With the Guardian I think more about the individual writer rather than paper as a whole, as it is run rather differently from most news outlets [0].

And of course a journo is going to try and use current events to shoehorn in a half written story they have had for a while. A bit like how almost every piece of software now has a cloud version.

But the Guardian is critical to the landscape of UK news. It is one of very few newspapers not controlled by a press baron like Murdoch or the 'Weird Twins'. The UK press as a whole is much much more right wing (notably on immigration and the EU) than properly fits the UK IMHO and the Guardian is an important antidote. As well as Snowden, it also broke the important 'phone hacking' scandal, where some tabloids were getting their stories with very questionable ethics. It was also the only newspaper to cover the 'Snoopers Charter' legislation, that allows random parts of the UK government to look at users browsing history (and share it with the US gov).

It shows up so much on HN for its other important trait, no paywall.

[0] : https://en.wikipedia.org/wiki/The_Guardian

Greenwald has been at the Intercept for quite some time now: https://theintercept.com/staff/glenn-greenwald/

I lost my respect for the Guardian a while back. They were reporting on hostilities in Israel.

They had a side-bar for "Related Articles", which were one after the other - critical of Israel as being an unprovoked aggressor. Fine, if that's the truth, except:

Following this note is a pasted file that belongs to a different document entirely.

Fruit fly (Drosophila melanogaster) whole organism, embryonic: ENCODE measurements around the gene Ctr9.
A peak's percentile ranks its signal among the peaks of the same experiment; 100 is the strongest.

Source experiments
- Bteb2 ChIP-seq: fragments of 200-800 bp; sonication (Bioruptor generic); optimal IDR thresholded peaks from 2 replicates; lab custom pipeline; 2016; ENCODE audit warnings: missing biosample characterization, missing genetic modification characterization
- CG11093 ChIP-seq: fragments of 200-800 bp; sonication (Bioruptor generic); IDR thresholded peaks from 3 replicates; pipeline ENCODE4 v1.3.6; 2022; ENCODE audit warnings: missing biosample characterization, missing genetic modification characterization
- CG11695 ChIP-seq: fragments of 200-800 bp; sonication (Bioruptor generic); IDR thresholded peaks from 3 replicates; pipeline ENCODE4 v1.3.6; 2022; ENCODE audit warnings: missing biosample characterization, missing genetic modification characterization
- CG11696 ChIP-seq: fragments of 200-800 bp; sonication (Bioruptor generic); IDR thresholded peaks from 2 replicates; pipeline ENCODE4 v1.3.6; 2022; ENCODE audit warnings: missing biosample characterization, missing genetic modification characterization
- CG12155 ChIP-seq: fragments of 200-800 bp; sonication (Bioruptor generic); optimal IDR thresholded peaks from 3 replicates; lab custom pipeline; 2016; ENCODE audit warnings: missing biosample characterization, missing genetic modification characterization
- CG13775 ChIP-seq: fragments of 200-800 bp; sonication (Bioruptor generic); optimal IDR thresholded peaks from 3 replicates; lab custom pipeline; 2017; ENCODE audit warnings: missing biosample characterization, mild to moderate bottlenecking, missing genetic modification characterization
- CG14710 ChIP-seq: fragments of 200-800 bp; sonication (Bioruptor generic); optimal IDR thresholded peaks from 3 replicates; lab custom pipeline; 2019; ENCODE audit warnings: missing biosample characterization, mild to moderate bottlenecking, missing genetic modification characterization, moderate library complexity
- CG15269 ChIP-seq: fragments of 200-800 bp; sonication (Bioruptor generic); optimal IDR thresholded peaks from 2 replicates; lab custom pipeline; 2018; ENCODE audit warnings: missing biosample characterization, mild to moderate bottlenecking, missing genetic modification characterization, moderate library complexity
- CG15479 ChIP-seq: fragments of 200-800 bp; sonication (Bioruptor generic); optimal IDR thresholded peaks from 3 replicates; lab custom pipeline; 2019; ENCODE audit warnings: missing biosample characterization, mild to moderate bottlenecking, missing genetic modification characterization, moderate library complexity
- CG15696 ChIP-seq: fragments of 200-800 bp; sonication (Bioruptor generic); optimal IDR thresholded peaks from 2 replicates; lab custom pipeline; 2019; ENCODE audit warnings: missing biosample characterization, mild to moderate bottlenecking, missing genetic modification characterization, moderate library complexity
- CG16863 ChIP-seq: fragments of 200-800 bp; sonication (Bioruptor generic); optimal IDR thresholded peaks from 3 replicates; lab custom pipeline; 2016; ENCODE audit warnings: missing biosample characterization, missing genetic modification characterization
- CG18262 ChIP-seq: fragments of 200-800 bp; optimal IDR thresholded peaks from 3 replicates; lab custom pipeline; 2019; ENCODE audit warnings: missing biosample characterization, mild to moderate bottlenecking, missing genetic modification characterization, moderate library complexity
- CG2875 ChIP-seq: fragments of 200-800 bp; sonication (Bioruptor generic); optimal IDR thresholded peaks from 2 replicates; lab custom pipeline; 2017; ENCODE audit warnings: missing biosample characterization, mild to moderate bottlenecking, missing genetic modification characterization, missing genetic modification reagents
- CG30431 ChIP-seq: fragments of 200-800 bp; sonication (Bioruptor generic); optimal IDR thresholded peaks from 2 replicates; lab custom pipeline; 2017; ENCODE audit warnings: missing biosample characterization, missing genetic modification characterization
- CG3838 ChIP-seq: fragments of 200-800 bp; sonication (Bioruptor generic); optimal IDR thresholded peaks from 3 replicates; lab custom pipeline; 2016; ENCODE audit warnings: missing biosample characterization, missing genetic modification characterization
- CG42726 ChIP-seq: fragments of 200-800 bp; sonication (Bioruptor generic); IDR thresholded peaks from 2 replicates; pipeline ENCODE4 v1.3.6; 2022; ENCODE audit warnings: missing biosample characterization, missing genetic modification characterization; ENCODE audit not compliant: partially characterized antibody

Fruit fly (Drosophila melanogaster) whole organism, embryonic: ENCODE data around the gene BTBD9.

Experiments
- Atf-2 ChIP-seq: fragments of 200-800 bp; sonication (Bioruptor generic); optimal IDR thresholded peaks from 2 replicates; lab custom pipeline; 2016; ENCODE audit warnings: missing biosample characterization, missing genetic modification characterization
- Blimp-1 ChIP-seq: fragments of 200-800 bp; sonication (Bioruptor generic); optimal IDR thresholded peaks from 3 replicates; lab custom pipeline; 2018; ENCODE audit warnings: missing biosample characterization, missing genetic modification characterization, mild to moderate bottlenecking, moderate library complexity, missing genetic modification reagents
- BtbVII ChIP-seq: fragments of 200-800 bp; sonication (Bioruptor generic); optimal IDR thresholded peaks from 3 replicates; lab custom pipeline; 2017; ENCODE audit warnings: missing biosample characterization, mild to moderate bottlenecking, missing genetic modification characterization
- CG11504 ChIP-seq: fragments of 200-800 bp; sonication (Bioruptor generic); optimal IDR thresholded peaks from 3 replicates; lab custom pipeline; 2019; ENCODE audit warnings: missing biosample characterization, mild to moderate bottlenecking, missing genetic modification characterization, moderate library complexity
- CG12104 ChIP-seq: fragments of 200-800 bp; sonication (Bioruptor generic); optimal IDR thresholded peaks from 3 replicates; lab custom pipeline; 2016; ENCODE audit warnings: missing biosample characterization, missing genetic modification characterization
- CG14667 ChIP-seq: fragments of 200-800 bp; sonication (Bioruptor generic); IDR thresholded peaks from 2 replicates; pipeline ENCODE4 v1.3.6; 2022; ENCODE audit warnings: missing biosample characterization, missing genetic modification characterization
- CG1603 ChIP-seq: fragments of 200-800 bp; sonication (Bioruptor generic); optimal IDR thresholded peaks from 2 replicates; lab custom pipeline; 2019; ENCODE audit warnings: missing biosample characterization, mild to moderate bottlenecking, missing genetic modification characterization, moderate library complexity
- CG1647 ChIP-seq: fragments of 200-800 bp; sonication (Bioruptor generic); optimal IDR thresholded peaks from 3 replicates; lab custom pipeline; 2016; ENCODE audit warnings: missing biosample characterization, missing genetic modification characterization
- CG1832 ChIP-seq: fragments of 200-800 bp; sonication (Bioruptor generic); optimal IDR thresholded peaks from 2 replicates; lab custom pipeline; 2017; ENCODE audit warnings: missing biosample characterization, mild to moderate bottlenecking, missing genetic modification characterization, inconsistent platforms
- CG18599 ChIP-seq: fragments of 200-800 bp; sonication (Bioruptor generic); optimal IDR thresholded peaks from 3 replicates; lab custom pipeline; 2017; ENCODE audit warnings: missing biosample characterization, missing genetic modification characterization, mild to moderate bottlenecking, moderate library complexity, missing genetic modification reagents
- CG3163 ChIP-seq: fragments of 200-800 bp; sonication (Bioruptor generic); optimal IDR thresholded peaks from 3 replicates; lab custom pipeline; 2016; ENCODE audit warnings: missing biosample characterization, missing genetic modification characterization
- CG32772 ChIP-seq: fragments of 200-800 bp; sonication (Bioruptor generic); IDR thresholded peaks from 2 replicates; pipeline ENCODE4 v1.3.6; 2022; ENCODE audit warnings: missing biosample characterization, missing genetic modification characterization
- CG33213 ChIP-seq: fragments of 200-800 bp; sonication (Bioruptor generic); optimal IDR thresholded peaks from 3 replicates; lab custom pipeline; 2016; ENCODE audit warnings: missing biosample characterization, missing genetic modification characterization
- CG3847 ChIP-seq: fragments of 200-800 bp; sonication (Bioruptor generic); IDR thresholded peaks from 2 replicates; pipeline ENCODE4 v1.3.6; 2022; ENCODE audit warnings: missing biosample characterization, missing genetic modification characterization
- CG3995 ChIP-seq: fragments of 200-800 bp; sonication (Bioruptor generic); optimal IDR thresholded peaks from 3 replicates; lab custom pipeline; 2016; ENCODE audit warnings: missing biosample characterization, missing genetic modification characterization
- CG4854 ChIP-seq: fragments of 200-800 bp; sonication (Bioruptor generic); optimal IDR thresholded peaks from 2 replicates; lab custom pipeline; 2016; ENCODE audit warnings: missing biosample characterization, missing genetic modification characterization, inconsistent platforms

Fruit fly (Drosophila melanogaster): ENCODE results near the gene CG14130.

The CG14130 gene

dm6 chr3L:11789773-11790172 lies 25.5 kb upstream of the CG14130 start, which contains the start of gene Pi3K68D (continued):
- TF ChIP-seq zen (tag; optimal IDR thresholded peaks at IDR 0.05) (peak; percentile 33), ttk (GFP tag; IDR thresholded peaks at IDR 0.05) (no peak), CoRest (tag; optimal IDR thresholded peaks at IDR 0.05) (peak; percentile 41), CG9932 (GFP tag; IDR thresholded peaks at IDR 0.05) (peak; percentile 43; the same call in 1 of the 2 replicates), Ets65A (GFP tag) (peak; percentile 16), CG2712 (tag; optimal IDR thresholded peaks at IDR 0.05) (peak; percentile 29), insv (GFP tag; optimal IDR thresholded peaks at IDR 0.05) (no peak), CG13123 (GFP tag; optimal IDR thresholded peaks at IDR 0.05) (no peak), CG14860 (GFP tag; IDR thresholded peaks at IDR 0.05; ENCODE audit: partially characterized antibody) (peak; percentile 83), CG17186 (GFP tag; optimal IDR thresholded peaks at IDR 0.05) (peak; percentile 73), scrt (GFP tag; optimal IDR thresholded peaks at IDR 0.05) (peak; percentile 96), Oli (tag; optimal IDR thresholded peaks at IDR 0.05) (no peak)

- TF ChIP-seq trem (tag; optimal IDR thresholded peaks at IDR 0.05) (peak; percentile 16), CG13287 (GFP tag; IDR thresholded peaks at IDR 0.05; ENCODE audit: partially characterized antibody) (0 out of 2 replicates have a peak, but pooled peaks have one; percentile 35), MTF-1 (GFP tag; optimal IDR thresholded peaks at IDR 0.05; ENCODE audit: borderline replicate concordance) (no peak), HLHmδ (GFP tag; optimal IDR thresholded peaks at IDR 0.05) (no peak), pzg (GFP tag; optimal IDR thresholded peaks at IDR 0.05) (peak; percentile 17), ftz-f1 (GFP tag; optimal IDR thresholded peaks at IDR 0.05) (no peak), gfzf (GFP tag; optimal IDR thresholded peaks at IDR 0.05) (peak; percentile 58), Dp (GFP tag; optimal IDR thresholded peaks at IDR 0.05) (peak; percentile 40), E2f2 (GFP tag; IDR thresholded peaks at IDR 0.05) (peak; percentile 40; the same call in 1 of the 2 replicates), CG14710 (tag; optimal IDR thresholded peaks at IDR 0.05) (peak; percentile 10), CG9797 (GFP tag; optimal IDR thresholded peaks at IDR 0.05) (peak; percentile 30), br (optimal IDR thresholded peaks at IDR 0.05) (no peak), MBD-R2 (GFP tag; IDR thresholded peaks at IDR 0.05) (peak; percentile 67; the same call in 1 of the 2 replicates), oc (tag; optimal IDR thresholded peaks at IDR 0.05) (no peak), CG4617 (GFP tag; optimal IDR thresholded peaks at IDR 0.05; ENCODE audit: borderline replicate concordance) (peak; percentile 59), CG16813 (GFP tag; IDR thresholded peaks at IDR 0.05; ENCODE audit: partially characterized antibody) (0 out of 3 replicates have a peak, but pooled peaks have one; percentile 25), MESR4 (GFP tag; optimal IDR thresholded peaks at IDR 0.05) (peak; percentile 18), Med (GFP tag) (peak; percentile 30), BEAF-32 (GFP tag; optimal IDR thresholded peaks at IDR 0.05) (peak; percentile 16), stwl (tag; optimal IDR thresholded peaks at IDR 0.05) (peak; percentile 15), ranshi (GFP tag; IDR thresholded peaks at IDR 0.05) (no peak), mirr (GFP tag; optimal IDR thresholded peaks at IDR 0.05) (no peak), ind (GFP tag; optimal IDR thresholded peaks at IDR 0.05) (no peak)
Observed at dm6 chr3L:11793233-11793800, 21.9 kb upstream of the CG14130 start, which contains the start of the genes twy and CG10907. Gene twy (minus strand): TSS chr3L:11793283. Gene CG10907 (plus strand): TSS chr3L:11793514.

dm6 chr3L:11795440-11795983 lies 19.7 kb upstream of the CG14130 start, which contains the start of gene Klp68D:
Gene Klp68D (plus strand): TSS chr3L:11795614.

Every article I opened had a long lead-in about Israeli aggression, its consequences, etc. Every article had buried in the last paragraph, practically mumbling under its breath, "The IDF moved in because they were repeatedly being attacked by RPGs &tc." Nothing was provided to suggest the IDF was lying or incorrect about being provoked - so why was one headline after the other all about characterizing unprovoked unilateral aggression?

I was done. It's fine to be critical of Israeli policies and military posturing; it's another to essentially lie through your teeth and then cover your ass in postscript.

I was born and raised in Spain, and now live in the US. In my experience, the coverage of news about Israel in the US and Spain are about as different as black and white. What you describe about The Guardian seems like normal coverage in Spain.

The experience mase me understand that, in practice, all sources have major amounts of spin where you might not expect it, and that it is very difficult to figure out which spin, if any, is closer to reality. It's not about fake news, but about how wide the journalist's sources are, and how much did they care about digging for what is real.

> why was one headline after the other all about characterizing unprovoked unilateral aggression?

That's hard to say, since you haven't provided any examples of it.

Israel is occupying Palestine. When Palestinians fight back, Israelis can't claim to have been provoked, when their occupation is the original provocation.

It's like claiming Hitler just justified in killing 6 million jews because after he killed 1 million, a few jews tried to fight back, and he had to kill another 5 million because he was provoked.